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Sept 30, 1968


JAMA. 1968;206(1):124-125. doi:10.1001/jama.1968.03150010072020

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We laugh only at that which seriously concerns us in our daily lives. We do not jest about the Pope—so says G. K. Chesterton—because he is not importantly involved in our routine activities. By contrast, we never tire of joking about our mother-in-law because she is a serious, crushingly important daily presence. And even though the pontiff's immunity to popular humor remains secure despite his recent close brush with the quotidian, proliferating jokes and movie farces about the contraceptive pill support the Chestertonian paradox. The pill is serious business.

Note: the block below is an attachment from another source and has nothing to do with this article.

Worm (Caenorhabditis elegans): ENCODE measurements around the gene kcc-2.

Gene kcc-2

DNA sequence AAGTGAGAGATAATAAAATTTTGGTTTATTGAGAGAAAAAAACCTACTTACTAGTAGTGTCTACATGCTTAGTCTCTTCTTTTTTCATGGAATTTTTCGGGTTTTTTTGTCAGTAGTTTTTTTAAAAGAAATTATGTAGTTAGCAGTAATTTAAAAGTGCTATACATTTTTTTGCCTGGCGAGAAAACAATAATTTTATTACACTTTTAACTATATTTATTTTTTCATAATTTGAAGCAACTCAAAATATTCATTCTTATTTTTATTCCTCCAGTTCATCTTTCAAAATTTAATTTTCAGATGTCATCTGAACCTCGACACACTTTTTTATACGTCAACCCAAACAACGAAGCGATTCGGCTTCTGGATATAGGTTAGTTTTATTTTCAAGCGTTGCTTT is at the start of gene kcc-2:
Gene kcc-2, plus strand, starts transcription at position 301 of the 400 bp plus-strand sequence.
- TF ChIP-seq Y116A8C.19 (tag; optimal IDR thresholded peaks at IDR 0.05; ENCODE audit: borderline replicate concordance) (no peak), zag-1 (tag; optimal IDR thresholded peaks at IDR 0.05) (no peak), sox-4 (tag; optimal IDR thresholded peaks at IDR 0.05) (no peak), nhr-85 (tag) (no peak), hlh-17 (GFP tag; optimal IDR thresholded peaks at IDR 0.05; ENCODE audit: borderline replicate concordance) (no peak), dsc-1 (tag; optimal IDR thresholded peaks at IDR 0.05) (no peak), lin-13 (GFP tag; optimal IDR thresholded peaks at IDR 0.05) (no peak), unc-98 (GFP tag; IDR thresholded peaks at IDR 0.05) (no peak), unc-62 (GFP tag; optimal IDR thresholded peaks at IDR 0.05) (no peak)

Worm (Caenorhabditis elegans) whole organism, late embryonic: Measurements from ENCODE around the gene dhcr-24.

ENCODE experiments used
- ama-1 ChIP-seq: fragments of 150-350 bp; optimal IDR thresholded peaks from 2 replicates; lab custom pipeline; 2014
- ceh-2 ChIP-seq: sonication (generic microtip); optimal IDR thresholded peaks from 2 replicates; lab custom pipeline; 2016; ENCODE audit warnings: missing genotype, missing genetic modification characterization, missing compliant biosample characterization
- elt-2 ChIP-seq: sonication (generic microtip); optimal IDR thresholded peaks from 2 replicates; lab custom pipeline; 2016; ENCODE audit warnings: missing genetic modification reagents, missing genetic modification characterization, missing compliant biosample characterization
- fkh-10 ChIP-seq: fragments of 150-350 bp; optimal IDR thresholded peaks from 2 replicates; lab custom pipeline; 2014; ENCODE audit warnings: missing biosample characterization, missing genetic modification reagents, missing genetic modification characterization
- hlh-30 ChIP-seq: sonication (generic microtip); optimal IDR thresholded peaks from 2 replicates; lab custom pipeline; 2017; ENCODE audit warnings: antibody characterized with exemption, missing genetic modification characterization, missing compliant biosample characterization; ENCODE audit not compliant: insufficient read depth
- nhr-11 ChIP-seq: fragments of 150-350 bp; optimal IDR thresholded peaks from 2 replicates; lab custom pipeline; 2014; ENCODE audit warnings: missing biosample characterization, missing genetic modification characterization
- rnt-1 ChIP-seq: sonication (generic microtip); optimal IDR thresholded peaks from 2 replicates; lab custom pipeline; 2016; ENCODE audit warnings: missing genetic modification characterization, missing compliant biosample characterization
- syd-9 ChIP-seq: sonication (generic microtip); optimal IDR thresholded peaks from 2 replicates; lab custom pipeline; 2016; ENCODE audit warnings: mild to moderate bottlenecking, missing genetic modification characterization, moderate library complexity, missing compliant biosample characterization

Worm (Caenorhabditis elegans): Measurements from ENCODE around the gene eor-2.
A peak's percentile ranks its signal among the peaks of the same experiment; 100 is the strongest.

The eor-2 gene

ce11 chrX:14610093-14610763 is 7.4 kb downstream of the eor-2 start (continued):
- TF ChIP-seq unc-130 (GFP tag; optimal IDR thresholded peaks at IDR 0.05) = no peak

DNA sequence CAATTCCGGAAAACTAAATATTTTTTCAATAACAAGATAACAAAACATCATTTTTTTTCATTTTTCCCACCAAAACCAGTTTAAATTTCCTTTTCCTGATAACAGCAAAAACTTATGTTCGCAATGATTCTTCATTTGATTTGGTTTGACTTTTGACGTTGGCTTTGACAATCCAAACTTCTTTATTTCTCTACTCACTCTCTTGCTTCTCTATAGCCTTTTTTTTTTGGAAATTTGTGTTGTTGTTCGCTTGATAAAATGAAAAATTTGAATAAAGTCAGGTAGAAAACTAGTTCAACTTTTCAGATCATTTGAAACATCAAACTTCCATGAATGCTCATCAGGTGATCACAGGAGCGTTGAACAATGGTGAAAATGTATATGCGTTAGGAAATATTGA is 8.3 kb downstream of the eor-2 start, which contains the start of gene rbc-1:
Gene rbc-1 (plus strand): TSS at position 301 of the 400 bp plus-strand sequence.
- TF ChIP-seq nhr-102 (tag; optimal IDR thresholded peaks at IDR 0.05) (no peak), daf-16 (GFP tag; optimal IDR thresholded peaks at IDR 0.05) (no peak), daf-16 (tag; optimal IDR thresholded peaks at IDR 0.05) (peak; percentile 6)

A particularly serious matter to the clinician, the contraceptive pill is unlike any other drug that he prescribes. Not only does it cast him into an unfamiliar role of preventing a natural creative process rather than a disease, but it places him at the mercy of directors who are not always in agreement on how the play is to be enacted.